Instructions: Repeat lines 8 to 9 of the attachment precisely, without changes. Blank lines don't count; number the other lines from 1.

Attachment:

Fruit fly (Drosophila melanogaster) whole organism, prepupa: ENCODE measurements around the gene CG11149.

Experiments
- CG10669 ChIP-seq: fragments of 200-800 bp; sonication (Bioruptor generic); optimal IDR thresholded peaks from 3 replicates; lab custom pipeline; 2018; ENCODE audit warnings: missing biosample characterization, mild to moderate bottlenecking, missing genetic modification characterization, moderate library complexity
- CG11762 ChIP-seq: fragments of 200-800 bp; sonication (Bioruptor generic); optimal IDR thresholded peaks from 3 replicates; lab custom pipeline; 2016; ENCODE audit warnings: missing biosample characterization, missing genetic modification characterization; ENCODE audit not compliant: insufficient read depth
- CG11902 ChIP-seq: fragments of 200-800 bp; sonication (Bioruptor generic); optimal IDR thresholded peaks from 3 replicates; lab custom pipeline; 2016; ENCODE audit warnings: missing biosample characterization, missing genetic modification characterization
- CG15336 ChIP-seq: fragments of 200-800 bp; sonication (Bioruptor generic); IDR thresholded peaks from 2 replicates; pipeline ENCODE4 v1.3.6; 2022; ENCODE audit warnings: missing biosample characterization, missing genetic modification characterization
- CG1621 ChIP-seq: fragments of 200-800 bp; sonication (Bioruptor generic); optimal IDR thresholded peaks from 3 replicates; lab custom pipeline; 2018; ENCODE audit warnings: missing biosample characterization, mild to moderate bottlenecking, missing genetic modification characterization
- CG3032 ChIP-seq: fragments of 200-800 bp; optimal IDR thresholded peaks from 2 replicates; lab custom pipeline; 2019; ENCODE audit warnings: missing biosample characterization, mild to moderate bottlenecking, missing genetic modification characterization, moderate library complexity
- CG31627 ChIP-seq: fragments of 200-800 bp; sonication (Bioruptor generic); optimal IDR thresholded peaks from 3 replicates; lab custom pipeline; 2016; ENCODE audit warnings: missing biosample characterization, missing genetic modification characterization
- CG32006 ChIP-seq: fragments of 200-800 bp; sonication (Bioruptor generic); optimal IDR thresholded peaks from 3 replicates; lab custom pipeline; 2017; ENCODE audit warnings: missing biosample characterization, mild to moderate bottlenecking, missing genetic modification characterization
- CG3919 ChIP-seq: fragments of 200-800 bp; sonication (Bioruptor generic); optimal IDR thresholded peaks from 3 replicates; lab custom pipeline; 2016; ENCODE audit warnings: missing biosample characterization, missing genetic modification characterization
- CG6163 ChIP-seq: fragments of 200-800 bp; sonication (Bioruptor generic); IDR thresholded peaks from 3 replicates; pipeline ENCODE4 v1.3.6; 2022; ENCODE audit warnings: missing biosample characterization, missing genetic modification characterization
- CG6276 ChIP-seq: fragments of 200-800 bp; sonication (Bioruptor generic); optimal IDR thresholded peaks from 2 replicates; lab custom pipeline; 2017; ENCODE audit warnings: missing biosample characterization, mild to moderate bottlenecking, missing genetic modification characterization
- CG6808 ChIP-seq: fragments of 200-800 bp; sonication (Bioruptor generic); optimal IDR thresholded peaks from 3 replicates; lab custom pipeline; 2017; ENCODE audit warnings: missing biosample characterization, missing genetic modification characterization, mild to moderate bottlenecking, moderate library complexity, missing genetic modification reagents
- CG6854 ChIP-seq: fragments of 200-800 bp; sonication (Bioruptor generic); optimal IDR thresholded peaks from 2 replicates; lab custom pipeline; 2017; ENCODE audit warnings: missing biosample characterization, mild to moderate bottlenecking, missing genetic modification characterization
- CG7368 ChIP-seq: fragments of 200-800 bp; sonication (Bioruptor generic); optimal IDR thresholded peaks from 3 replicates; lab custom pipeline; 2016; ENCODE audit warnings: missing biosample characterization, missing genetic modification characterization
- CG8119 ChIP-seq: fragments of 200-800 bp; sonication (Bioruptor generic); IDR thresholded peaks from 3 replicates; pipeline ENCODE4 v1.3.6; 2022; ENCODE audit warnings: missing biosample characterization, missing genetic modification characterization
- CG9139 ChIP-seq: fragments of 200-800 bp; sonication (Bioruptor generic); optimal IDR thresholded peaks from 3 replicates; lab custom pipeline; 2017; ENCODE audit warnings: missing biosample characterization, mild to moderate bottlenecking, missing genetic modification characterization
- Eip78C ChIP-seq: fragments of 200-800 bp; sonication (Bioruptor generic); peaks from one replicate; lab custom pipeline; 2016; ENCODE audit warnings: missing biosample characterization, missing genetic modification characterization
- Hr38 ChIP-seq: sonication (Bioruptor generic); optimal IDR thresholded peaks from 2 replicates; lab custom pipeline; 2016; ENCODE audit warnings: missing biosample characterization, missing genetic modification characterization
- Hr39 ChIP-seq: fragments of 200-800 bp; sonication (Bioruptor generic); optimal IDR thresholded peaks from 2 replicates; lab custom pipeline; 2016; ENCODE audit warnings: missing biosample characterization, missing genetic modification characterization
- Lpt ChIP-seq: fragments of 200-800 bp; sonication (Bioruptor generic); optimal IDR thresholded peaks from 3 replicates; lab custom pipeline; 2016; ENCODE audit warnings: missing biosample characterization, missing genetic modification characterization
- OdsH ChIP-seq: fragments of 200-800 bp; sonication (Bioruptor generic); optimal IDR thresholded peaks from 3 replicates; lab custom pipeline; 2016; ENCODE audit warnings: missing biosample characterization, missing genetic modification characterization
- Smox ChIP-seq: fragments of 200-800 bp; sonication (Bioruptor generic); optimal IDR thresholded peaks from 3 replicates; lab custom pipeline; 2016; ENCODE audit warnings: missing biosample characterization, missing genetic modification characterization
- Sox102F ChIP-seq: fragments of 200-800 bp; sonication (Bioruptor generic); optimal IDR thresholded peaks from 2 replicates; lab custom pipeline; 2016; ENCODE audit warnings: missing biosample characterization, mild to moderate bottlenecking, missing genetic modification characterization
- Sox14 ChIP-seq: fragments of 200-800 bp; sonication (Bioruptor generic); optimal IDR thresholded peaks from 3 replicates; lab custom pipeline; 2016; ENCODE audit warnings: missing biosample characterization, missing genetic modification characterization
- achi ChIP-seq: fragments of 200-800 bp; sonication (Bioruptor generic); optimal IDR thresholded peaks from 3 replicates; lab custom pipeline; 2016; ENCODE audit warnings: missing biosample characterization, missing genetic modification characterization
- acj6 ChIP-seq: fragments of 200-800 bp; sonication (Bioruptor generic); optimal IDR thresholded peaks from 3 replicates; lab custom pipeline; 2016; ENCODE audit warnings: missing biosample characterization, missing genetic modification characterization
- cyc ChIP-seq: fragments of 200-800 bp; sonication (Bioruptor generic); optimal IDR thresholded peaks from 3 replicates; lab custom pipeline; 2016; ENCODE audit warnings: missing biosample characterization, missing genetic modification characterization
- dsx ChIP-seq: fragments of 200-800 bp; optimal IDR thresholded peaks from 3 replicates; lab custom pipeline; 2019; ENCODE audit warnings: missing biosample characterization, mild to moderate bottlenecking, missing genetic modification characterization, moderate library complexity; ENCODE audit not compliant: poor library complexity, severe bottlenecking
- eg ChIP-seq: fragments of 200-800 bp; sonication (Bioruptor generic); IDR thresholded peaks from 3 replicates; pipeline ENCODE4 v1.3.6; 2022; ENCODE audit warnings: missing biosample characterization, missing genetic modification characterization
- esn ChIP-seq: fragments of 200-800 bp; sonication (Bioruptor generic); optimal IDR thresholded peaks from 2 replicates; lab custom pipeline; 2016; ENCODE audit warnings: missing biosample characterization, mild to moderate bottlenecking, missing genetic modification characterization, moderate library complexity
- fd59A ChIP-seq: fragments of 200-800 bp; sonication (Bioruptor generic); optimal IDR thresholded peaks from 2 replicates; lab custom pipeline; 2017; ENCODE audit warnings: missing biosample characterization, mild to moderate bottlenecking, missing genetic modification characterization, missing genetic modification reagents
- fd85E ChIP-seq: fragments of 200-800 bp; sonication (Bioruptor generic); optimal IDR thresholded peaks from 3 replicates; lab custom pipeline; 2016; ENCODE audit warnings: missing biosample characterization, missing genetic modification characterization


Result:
- CG3032 ChIP-seq: fragments of 200-800 bp; optimal IDR thresholded peaks from 2 replicates; lab custom pipeline; 2019; ENCODE audit warnings: missing biosample characterization, mild to moderate bottlenecking, missing genetic modification characterization, moderate library complexity
- CG31627 ChIP-seq: fragments of 200-800 bp; sonication (Bioruptor generic); optimal IDR thresholded peaks from 3 replicates; lab custom pipeline; 2016; ENCODE audit warnings: missing biosample characterization, missing genetic modification characterization